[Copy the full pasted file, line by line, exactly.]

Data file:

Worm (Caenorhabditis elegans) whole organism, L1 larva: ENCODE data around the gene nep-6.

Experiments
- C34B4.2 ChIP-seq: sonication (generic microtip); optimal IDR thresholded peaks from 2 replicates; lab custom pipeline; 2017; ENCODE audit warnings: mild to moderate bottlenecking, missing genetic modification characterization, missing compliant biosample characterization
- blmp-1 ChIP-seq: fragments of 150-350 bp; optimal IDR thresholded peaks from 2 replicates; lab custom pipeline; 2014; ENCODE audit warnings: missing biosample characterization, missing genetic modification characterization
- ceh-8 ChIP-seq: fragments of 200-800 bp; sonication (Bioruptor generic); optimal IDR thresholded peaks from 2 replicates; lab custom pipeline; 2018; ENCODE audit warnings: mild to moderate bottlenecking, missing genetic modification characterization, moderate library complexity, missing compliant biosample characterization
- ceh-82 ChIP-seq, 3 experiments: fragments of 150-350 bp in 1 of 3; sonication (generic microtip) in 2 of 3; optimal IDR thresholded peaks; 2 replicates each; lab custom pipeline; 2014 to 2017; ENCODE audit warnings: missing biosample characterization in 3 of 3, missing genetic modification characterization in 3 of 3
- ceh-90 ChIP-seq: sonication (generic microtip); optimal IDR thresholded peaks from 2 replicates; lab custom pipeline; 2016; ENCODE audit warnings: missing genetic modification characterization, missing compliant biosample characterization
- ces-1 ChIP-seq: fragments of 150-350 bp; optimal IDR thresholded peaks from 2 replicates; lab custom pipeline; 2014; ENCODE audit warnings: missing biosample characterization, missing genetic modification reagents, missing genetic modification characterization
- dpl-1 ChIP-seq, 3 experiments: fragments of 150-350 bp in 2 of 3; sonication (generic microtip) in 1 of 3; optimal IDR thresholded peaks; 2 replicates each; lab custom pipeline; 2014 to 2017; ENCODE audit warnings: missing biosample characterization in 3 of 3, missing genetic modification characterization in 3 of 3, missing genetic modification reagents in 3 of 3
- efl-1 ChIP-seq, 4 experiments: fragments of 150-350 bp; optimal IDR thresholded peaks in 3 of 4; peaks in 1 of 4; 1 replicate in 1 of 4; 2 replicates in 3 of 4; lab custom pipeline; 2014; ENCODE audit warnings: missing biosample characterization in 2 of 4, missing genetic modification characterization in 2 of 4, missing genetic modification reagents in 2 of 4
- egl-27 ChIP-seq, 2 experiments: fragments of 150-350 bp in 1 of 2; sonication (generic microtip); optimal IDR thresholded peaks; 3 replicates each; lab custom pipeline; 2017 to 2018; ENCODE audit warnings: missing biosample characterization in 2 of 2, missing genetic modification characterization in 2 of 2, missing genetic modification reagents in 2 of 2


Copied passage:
Worm (Caenorhabditis elegans) whole organism, L1 larva: ENCODE data around the gene nep-6.

Experiments
- C34B4.2 ChIP-seq: sonication (generic microtip); optimal IDR thresholded peaks from 2 replicates; lab custom pipeline; 2017; ENCODE audit warnings: mild to moderate bottlenecking, missing genetic modification characterization, missing compliant biosample characterization
- blmp-1 ChIP-seq: fragments of 150-350 bp; optimal IDR thresholded peaks from 2 replicates; lab custom pipeline; 2014; ENCODE audit warnings: missing biosample characterization, missing genetic modification characterization
- ceh-8 ChIP-seq: fragments of 200-800 bp; sonication (Bioruptor generic); optimal IDR thresholded peaks from 2 replicates; lab custom pipeline; 2018; ENCODE audit warnings: mild to moderate bottlenecking, missing genetic modification characterization, moderate library complexity, missing compliant biosample characterization
- ceh-82 ChIP-seq, 3 experiments: fragments of 150-350 bp in 1 of 3; sonication (generic microtip) in 2 of 3; optimal IDR thresholded peaks; 2 replicates each; lab custom pipeline; 2014 to 2017; ENCODE audit warnings: missing biosample characterization in 3 of 3, missing genetic modification characterization in 3 of 3
- ceh-90 ChIP-seq: sonication (generic microtip); optimal IDR thresholded peaks from 2 replicates; lab custom pipeline; 2016; ENCODE audit warnings: missing genetic modification characterization, missing compliant biosample characterization
- ces-1 ChIP-seq: fragments of 150-350 bp; optimal IDR thresholded peaks from 2 replicates; lab custom pipeline; 2014; ENCODE audit warnings: missing biosample characterization, missing genetic modification reagents, missing genetic modification characterization
- dpl-1 ChIP-seq, 3 experiments: fragments of 150-350 bp in 2 of 3; sonication (generic microtip) in 1 of 3; optimal IDR thresholded peaks; 2 replicates each; lab custom pipeline; 2014 to 2017; ENCODE audit warnings: missing biosample characterization in 3 of 3, missing genetic modification characterization in 3 of 3, missing genetic modification reagents in 3 of 3
- efl-1 ChIP-seq, 4 experiments: fragments of 150-350 bp; optimal IDR thresholded peaks in 3 of 4; peaks in 1 of 4; 1 replicate in 1 of 4; 2 replicates in 3 of 4; lab custom pipeline; 2014; ENCODE audit warnings: missing biosample characterization in 2 of 4, missing genetic modification characterization in 2 of 4, missing genetic modification reagents in 2 of 4
- egl-27 ChIP-seq, 2 experiments: fragments of 150-350 bp in 1 of 2; sonication (generic microtip); optimal IDR thresholded peaks; 3 replicates each; lab custom pipeline; 2017 to 2018; ENCODE audit warnings: missing biosample characterization in 2 of 2, missing genetic modification characterization in 2 of 2, missing genetic modification reagents in 2 of 2